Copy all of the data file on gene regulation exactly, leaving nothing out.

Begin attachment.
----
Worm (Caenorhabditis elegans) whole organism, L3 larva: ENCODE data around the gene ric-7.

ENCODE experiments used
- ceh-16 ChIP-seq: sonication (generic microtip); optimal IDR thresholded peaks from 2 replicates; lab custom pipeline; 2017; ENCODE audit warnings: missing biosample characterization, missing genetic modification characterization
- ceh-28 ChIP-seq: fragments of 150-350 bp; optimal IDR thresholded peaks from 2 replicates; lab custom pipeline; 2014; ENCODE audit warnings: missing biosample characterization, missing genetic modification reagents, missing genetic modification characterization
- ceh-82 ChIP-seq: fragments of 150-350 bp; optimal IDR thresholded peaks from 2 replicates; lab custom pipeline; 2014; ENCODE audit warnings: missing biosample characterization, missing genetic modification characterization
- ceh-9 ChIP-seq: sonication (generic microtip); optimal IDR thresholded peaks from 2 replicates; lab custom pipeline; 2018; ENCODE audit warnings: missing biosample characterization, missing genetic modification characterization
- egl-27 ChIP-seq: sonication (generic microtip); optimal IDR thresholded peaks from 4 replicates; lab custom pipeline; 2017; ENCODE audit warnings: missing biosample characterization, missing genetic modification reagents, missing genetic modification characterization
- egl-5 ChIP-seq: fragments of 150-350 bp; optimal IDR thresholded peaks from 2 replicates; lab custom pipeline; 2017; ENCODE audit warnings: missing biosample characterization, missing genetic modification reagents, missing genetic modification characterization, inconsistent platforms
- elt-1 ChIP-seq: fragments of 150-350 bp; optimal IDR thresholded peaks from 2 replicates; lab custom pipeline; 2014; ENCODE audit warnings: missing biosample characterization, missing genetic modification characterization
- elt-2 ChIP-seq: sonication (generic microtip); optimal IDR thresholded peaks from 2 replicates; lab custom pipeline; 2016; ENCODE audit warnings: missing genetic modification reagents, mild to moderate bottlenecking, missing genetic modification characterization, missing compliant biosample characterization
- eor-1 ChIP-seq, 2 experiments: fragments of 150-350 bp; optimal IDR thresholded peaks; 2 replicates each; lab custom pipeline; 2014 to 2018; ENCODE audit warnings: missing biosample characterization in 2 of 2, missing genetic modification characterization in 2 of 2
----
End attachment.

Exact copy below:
Worm (Caenorhabditis elegans) whole organism, L3 larva: ENCODE data around the gene ric-7.

ENCODE experiments used
- ceh-16 ChIP-seq: sonication (generic microtip); optimal IDR thresholded peaks from 2 replicates; lab custom pipeline; 2017; ENCODE audit warnings: missing biosample characterization, missing genetic modification characterization
- ceh-28 ChIP-seq: fragments of 150-350 bp; optimal IDR thresholded peaks from 2 replicates; lab custom pipeline; 2014; ENCODE audit warnings: missing biosample characterization, missing genetic modification reagents, missing genetic modification characterization
- ceh-82 ChIP-seq: fragments of 150-350 bp; optimal IDR thresholded peaks from 2 replicates; lab custom pipeline; 2014; ENCODE audit warnings: missing biosample characterization, missing genetic modification characterization
- ceh-9 ChIP-seq: sonication (generic microtip); optimal IDR thresholded peaks from 2 replicates; lab custom pipeline; 2018; ENCODE audit warnings: missing biosample characterization, missing genetic modification characterization
- egl-27 ChIP-seq: sonication (generic microtip); optimal IDR thresholded peaks from 4 replicates; lab custom pipeline; 2017; ENCODE audit warnings: missing biosample characterization, missing genetic modification reagents, missing genetic modification characterization
- egl-5 ChIP-seq: fragments of 150-350 bp; optimal IDR thresholded peaks from 2 replicates; lab custom pipeline; 2017; ENCODE audit warnings: missing biosample characterization, missing genetic modification reagents, missing genetic modification characterization, inconsistent platforms
- elt-1 ChIP-seq: fragments of 150-350 bp; optimal IDR thresholded peaks from 2 replicates; lab custom pipeline; 2014; ENCODE audit warnings: missing biosample characterization, missing genetic modification characterization
- elt-2 ChIP-seq: sonication (generic microtip); optimal IDR thresholded peaks from 2 replicates; lab custom pipeline; 2016; ENCODE audit warnings: missing genetic modification reagents, mild to moderate bottlenecking, missing genetic modification characterization, missing compliant biosample characterization
- eor-1 ChIP-seq, 2 experiments: fragments of 150-350 bp; optimal IDR thresholded peaks; 2 replicates each; lab custom pipeline; 2014 to 2018; ENCODE audit warnings: missing biosample characterization in 2 of 2, missing genetic modification characterization in 2 of 2